What must have gone on in the first human mind to see a photograph? The past, always going, always gone—captured. Well, not exactly the past captured, but an image of a moment that otherwise would have faded from whatever mind(s) happened to be in that moment.
We’re so used to photographs and film we forget that for almost all history the past was “preserved” only in paint, or in words, or in doomed memory. And though each tick of the clock marks the making of more past, each instant of that past is lost to us, regardless of how easily we digitize it now.
The future is just as elusive, because the instant it comes it becomes the past. The future too, like the past, can haunt us; but at least with the future we can envision, anticipate, and perhaps create a hope that the past has locked out.
Eternity is more than just lots of time.
Then there’s the present, maybe nothing but the transition between future and past. It’s more mysterious than the past or future, because the moment it comes it’s gone; yet it never leaves.
“What, then, is time?” asked Augustine of Hippo. “The past is not, the future is not, the present—who can tell what it is, unless it be that which has no duration between two nonentities?”
Time is so close, so basic, that we can’t get behind it in order to understand it; hence, the concept itself remains as intangible as the three ways we divide it (past, present, future).
According to Einstein, space and time are a single entity (space time), and can’t exist without each other (try to envision time without space or space without time). In contrast, in the quantum realm, entities act as if time and space didn’t exist at all. Meanwhile, the faster one moves in a straight line at constant speed, the slower time moves. Or the stronger the gravitational field, the slower time moves too. (Time on the ground floor of the Burj Khalifa in Dubai moves more slowly than it does on the top one.)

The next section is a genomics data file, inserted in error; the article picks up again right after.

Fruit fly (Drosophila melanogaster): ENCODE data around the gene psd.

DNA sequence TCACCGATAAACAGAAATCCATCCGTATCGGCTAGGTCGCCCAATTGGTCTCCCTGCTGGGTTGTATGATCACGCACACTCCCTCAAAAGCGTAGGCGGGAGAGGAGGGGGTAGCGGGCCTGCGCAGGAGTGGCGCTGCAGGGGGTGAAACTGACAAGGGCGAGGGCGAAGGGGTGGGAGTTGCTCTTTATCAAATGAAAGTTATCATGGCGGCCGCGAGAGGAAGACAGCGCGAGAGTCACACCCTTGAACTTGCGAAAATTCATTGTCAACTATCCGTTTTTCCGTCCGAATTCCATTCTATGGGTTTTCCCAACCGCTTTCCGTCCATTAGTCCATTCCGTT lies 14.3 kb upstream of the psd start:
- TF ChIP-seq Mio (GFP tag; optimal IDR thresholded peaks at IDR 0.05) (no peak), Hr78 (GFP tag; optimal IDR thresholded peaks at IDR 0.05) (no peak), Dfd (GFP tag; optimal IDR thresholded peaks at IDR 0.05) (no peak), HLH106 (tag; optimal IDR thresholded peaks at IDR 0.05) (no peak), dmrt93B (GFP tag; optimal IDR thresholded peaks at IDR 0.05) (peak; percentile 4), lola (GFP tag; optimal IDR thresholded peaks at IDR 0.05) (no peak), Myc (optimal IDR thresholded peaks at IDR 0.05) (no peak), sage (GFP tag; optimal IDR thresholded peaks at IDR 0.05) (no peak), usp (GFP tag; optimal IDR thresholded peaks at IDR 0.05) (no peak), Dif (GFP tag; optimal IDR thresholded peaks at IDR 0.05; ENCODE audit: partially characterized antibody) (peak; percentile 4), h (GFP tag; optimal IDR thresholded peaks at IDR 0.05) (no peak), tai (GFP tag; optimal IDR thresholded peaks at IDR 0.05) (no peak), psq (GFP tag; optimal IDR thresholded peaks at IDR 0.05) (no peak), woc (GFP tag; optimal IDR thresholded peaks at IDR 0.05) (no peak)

Time is real, not just in our minds, because Genesis 1 shows it existed before we did. But it’s only with our minds, and all their limitations, that we experience time, which is why we struggle comprehending it.
And if time is hard to comprehend, what about eternity? Eternity is more than just lots of time. Every ratio is a division of sorts (1:3, 2:7, etc.). But how do you divide finite time by eternity? It would be like, perhaps, trying to divide a finite number by infinity. (Does that even work?)
We were created to exist, not in time, but in eternity. Thus, when promised, “Now this is eternal life: that they know you, the only true God, and Jesus Christ, whom you have sent” (John 17:3; see also Matt. 19:29; Mark 10:30; John 6:54; Rom. 5:21; 1 Tim. 6:19; 1 John 2:25),we’re being offered what we were to have had from the start.
Whatever the mysteries of time, how important that we do what’s right in each moment now, because in an instant each moment is gone; and when taken together, those moments will determine where we spend the eternity that follows.